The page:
2. Tim, my favorite approach for memorizing passages of Scripture is outlined in an article here: I used this approach to memorize most of Ephesians last year this time. I’m ashamed to admit that I gave up somewhere in chapter 6. But as long as I kept it up, it was effective! And I’ve used it since on chapters to good effect. I don’t memorize nearly as much as I suppose I ought to, nor do my kids, alas. (But we all did Romans 12 a couple years ago while our pastor was teaching through it–he read the whole chapter out loud every Sunday night for many months, and that was pretty much all it took for us all to memorize it. And it inspired my dh to memorize all of Romans, which he’s still working on.)

    Love your posts!

  3. Since you asked, we all started memorizing Scripture (using Sonlight’s recommended verses) 10 years ago in August of 1998. After a little over a year of memorizing, I was frustrated that we’d forgotten some of what we memorized and began using a review system I read about in an article on Since then, we review every verse we’ve ever learned at least once a month. I don’t pay them; we did it as part of school. So, whether you consider that as “for free” or not, I don’t know! LOL!

  4. What a wonderful passage to memorize!
    Our girls are in Bible Bowl, a fun program where they memorize TONS of scripture and compete in games. It is amazing how much they know. I was doing a good job of memorizing a while ago but I’ve fallen off recently. At one point I had all of Philippians memorized. A great book is His Word In My Heart.

  5. That’s a great passage to memorize. A couple kids I babysat for memorized it (I think they were 4 and 6 at the time). I need to memorize it so I can recite portions of it when my kids at church disobey. I want to be able to point to a scripture and show them that have disobeyed God’s Word, not just some silly rule I made up.

    Oh, and I laughed thinking of the picture of Joshua being switched at birth…

  6. We are sort of hit or miss here. When I am on my “game” the kids memorize more, but sadly, Bible seems the first to go when I get too tired.

    I have always been terrible at memorizing anything except for short term (great test taker).

    It is on our list this fall once we start back to school. I am not above paying my children to do almost anything from chores to schoolwork.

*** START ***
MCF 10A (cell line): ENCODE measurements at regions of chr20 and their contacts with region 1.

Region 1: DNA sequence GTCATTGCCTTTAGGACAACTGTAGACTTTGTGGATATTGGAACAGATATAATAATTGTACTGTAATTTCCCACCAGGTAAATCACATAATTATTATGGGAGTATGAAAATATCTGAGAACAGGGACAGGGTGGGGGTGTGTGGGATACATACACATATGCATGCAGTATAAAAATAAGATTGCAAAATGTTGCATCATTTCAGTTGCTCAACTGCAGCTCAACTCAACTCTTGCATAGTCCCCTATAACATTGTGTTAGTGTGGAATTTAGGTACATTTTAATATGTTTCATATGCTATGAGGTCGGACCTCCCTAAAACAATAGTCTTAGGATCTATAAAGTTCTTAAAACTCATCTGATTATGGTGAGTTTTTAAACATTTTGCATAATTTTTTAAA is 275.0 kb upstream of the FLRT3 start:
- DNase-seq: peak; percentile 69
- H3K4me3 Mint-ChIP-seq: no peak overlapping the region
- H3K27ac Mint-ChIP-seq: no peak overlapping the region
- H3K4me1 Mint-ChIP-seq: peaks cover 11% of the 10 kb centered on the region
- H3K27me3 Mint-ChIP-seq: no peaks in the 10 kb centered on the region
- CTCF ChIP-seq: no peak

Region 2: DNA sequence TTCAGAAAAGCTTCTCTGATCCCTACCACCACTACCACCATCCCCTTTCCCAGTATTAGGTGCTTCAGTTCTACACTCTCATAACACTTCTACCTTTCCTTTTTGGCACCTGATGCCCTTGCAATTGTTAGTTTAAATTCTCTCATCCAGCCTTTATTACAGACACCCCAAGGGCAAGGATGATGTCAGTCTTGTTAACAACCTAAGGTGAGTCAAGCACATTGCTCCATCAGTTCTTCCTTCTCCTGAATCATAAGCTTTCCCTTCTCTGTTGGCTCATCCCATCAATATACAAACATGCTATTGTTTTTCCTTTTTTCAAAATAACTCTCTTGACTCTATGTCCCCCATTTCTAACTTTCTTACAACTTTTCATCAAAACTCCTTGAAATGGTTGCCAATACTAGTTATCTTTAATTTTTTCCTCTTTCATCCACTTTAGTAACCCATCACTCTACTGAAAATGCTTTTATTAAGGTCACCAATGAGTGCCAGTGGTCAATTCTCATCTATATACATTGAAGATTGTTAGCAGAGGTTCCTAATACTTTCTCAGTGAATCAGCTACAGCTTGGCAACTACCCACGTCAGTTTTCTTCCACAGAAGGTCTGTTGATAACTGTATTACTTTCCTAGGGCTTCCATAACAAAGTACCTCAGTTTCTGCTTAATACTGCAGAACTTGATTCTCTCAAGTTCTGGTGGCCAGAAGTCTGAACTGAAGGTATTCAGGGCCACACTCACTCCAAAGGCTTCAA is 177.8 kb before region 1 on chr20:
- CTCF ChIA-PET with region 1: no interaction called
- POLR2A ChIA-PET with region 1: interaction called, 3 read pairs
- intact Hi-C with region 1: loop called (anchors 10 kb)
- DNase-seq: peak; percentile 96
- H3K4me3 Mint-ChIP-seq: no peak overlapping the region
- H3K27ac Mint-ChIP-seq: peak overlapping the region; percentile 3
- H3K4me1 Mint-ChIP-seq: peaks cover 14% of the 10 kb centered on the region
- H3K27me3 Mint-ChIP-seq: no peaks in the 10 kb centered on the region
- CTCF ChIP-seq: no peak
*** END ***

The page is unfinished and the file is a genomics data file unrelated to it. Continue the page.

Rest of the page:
7. We memorized Eph 6 last spring by learning it sung to acoustic guitar music. We honestly can’t say it without breaking into song at parts. I really doubt any of us will ever forget it.

  8. You subscribe to the Dee Duke model of pay-for-Scripture memory, as well as his pragmatic response that because his kids know tons of verses, the ends justify the means. I’m not sure that’s so. If my son memorized Psalm 23 because he loved Jesus and thought Psalm 23 was amazing, that would be more meaningful to me (and possibly God, methinks) than a child who memorized the book of Genesis because someone gave him 200 bucks. In Isaiah, the Lord says He doesn’t care about routine; He cares about heart. Would I be better off encouraging Scripture memory in my children because I teach the importance of the Word, or would I rather bribe them?

    Not saying that incentives aren’t important and useful to getting children to doing the right thing. I’m saying that as a stand alone reason for paying children for Scripture memory, the ends-justify-the-means is not convincing to me.

  9. It might be a bit of a stretch to say that I ‘subscribe’ to Duke’s pragmatic response, especially taken out of context of the rest of his remarks.

    One of the core questions Kathy and I continually revisit is this: “How can I reach the heart of my child with the love of Jesus?”

    Naturally, we would never neglect matters of the heart in favor of rote or routine. But I think there is value in memorizing scripture, regardless of motivation.

    Many times in my life, I’ve been tempted to do evil or to neglect good. In those times, I’ve been nudged by the Holy Spirit, who (as promised) convicts me of sin and righteousness. The times when I have felt the nudge most clearly and been most effectively convicted have been the times when the Spirit has brought a specific passage of scripture to my mind. That scripture is much less ‘available’ to the Spirit, I think, if I have never memorized it (or if it is not current in my thinking). This is one reason I think I ought to be reading the Bible every day.

    I’m willing to shell out a few bucks for lots of things, and my children watch my spending carefully as a pretty good barometer of my values. Why not put my money where my mouth is?